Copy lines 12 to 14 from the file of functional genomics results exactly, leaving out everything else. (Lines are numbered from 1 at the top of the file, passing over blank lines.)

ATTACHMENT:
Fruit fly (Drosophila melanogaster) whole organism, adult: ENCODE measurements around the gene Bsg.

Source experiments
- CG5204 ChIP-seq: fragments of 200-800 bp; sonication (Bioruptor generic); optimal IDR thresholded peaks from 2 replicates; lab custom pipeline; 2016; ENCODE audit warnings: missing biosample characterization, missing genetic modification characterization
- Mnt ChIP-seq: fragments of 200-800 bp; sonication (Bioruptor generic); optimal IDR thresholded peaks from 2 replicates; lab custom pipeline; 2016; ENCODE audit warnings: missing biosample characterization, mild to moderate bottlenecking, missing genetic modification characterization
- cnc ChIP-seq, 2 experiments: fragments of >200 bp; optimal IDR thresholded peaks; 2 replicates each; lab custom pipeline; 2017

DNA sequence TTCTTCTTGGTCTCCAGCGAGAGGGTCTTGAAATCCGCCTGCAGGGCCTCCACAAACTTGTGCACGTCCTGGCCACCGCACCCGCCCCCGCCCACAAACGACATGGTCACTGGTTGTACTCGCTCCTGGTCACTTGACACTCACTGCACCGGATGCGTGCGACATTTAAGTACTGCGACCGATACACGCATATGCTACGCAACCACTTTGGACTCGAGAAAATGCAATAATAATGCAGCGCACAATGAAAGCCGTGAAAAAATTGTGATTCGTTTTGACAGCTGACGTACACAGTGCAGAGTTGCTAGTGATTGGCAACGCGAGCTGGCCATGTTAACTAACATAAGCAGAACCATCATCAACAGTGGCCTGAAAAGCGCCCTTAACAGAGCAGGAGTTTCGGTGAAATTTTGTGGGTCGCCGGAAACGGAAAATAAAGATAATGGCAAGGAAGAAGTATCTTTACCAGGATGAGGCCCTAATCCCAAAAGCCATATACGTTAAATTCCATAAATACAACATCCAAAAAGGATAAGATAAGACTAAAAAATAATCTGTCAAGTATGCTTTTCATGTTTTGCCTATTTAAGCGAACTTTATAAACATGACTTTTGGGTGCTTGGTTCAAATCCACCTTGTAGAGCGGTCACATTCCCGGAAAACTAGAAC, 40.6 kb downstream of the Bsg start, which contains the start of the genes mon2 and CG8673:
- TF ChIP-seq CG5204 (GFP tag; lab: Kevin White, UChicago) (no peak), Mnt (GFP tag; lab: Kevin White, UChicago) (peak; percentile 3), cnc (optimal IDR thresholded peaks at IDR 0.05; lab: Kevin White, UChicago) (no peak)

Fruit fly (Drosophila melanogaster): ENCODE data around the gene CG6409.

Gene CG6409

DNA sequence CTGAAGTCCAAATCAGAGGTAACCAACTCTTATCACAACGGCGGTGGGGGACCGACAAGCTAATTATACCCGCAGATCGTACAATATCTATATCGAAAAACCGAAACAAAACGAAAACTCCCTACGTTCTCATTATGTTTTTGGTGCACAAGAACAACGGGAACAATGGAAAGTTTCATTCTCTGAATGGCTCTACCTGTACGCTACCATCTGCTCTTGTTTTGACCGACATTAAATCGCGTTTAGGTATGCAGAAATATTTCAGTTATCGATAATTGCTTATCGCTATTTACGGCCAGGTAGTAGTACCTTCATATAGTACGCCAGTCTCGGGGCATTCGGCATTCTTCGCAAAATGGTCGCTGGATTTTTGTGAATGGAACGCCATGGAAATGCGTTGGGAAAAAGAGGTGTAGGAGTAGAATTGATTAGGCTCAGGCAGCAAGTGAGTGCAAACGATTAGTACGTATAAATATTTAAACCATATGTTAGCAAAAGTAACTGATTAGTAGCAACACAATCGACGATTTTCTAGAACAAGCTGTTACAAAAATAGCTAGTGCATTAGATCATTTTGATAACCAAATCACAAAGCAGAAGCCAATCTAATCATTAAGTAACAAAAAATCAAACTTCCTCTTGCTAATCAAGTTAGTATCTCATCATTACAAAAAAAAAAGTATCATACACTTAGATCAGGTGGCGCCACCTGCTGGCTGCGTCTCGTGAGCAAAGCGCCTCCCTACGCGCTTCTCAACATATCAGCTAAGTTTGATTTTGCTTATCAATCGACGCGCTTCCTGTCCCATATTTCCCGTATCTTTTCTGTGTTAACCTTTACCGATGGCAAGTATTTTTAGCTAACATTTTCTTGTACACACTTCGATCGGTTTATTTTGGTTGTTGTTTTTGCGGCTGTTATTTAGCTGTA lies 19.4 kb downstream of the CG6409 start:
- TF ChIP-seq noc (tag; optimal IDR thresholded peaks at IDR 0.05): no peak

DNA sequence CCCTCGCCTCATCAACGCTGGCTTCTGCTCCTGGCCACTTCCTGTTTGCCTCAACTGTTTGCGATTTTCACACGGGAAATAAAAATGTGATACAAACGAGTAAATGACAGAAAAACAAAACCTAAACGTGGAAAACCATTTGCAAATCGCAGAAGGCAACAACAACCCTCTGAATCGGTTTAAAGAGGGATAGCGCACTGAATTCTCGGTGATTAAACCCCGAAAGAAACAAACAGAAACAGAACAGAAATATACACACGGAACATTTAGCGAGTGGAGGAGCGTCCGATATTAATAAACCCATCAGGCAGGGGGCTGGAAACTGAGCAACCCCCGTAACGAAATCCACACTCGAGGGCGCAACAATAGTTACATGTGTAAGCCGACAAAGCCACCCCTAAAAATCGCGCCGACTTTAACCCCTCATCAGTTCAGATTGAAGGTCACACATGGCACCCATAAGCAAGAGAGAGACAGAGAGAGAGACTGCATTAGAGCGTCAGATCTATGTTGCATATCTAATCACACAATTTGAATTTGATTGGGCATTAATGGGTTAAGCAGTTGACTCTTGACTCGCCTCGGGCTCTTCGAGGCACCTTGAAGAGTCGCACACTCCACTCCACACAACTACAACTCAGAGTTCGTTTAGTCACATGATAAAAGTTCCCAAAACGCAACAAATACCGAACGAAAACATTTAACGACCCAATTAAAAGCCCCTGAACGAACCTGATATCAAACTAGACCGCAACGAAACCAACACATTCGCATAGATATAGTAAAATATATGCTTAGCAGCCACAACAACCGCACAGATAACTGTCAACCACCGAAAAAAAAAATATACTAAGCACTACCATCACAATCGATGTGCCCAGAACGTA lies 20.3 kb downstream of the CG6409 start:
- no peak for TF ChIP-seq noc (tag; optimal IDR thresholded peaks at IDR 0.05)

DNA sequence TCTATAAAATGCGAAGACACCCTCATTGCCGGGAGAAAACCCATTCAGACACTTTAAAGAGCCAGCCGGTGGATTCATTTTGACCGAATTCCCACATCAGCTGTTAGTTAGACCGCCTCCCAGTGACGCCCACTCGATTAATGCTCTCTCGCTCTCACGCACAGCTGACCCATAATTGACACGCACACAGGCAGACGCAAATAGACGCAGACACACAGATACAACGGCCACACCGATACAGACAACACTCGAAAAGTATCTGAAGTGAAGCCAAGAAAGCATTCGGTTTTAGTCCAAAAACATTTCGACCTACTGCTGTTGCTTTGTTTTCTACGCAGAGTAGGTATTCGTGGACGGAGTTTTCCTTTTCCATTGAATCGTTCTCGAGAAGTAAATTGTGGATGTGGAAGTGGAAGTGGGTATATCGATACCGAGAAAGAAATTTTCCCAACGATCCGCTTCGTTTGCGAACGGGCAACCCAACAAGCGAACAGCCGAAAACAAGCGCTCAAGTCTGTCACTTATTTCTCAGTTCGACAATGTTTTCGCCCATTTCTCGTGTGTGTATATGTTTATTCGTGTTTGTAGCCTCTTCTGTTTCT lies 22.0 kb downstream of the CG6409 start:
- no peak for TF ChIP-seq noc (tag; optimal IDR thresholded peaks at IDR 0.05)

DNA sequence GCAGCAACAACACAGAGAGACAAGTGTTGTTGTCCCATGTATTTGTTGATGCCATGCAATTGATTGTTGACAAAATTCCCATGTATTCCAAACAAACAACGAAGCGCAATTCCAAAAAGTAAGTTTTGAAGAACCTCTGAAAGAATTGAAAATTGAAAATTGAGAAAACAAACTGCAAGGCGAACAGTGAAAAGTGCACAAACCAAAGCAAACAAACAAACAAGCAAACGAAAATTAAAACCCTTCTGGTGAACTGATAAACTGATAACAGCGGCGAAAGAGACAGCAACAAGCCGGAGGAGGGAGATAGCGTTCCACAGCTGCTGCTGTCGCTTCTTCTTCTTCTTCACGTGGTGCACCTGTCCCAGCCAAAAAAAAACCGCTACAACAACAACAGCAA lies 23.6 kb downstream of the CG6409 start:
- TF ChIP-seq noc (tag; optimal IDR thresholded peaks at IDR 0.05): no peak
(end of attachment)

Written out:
DNA sequence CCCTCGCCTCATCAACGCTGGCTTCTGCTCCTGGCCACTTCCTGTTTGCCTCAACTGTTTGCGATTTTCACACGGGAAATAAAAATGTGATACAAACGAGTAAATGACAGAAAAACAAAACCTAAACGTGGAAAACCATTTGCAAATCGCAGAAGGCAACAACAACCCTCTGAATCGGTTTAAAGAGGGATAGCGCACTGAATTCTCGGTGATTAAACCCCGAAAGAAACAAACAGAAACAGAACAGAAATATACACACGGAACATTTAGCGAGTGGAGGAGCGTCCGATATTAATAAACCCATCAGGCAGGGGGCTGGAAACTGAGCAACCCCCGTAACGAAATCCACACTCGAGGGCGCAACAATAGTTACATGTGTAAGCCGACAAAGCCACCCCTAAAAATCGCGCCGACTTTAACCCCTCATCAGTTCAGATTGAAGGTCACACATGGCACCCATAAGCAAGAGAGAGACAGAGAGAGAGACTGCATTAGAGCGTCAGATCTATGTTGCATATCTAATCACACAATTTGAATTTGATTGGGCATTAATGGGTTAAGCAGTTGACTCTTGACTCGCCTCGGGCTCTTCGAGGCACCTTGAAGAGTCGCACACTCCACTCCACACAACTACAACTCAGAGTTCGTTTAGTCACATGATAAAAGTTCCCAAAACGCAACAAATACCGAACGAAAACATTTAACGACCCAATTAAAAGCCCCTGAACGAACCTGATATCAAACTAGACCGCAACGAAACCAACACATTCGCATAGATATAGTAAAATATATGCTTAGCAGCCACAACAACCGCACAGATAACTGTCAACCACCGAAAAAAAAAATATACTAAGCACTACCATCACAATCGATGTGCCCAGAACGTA lies 20.3 kb downstream of the CG6409 start:
- no peak for TF ChIP-seq noc (tag; optimal IDR thresholded peaks at IDR 0.05)

DNA sequence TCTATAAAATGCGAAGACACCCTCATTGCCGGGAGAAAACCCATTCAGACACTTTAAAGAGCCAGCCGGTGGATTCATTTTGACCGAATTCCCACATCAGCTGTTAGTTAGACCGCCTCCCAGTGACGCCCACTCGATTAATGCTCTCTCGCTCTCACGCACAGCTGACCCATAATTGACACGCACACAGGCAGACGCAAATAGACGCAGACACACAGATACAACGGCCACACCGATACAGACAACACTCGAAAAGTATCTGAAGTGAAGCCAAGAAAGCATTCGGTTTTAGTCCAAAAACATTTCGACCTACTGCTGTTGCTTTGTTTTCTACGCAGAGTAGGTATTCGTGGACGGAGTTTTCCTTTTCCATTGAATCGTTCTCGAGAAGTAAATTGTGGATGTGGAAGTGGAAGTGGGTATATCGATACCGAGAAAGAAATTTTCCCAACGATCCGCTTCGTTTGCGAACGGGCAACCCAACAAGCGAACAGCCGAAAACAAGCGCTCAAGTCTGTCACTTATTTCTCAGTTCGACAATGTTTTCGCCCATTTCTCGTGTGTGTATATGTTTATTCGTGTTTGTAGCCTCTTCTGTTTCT lies 22.0 kb downstream of the CG6409 start: